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1.
Pharmacotherapy ; 2021 Oct 18.
Artigo em Inglês | MEDLINE | ID: mdl-34662448

RESUMO

Data regarding the use of corticosteroids for treatment of acute respiratory distress syndrome (ARDS) are conflicting. As the Coronavirus Disease 2019 (COVID-19) pandemic progresses, more literature supporting the use of corticosteroids for COVID-19 and non-COVID-19 ARDS have emerged. Glucocorticoids are proposed to attenuate the inflammatory response and prevent progression to the fibroproliferative phase of ARDS through their multiple mechanisms and anti-inflammatory properties. The purpose of this systematic review was to comprehensively evaluate the literature surrounding corticosteroid use in ARDS (non-COVID-19 and COVID-19) in addition to a narrative review of clinical considerations of corticosteroid use in these patient populations. OVID Medline and EMBASE were searched. Randomized controlled trials evaluating the use of corticosteroids for COVID-19 and non-COVID-19 ARDS in adult patients on mortality outcomes were included. Risk of bias was assessed with the Risk of Bias 2.0 tool. There were 388 studies identified, 15 of which met the inclusion criteria that included a total of 8877 patients. The studies included in our review reported a mortality benefit in 6/15 (40%) studies with benefit being seen at varying time points of mortality follow up (ICU survival, hospital, 28 and 60 days) in the COVID-19 and non-COVID-19 ARDS studies. The two non-COVID19 trials assessing lung injury score improvements found that corticosteroids led to significant improvements with corticosteroid use. The number of mechanical ventilation free days significantly were found to be increased with the use of corticosteroids in all 4 studies that assessed this outcome. Corticosteroids are associated with improvements in mortality and ventilator-free days in critically ill patients with both COVID-19 and non-COVID-19 ARDS, and evidence suggests their use should be encouraged in these settings. However, due to substantial differences in the corticosteroid regimens utilized in these trials, questions still remain regarding the optimal corticosteroid agent, dose, and duration in patients with ARDS.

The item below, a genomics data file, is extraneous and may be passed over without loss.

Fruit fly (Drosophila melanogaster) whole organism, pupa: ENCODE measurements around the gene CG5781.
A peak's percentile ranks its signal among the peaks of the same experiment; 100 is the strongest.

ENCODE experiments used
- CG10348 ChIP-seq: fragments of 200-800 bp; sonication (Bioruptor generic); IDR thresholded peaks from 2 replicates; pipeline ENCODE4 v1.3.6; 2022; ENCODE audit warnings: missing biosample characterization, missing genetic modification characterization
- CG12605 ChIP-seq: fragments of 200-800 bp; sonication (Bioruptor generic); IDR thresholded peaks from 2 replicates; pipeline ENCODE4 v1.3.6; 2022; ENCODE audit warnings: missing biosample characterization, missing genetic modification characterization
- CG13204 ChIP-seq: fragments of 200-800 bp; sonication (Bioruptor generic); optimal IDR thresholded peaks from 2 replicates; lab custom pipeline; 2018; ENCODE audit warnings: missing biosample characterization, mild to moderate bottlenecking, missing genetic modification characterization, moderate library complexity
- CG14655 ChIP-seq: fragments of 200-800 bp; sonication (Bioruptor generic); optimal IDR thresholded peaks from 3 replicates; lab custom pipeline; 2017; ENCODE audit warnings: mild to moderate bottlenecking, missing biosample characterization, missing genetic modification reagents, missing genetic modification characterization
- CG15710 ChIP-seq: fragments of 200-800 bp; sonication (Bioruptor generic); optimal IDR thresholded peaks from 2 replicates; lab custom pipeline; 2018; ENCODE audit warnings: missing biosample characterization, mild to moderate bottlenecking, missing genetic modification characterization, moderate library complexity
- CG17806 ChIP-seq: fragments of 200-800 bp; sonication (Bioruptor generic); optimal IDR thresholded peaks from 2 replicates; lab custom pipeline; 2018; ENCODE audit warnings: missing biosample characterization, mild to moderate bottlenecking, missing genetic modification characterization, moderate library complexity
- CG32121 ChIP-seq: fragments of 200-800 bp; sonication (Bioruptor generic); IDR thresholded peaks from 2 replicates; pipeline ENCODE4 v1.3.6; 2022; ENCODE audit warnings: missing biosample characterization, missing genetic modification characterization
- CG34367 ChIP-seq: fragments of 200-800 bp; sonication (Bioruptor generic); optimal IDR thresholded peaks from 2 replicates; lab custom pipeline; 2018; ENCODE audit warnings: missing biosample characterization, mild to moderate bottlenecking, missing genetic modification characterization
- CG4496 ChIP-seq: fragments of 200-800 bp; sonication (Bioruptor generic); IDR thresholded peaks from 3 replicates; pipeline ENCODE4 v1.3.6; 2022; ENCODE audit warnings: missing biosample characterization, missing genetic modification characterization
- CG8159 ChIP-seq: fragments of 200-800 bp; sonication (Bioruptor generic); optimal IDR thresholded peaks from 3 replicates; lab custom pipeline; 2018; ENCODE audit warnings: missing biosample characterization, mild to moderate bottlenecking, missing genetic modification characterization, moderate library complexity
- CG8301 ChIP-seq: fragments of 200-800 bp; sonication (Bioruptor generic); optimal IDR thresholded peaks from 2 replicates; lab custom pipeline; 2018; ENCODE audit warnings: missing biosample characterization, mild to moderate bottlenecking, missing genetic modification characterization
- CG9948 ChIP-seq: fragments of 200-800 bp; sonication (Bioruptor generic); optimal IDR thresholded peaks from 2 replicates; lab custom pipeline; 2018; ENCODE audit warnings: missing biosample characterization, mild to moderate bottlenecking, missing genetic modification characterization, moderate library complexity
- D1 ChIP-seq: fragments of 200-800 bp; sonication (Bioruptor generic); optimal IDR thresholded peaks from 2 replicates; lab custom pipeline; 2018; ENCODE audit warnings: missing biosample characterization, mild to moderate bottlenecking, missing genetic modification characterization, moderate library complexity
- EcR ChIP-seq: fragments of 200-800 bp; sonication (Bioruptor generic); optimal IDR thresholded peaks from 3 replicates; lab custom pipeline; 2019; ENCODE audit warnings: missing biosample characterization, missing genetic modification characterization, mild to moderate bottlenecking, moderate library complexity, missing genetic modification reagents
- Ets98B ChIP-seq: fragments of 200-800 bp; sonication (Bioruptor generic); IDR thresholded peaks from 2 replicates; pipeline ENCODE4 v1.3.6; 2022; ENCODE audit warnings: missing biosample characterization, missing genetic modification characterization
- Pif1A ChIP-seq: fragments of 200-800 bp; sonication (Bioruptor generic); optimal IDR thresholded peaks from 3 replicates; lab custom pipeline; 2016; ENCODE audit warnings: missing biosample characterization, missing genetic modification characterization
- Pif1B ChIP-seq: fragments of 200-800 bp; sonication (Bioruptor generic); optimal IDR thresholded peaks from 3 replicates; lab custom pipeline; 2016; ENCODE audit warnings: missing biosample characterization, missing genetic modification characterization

2.
J Pharm Pract ; : 8971900211035262, 2021 Sep 29.
Artigo em Inglês | MEDLINE | ID: mdl-34587846

RESUMO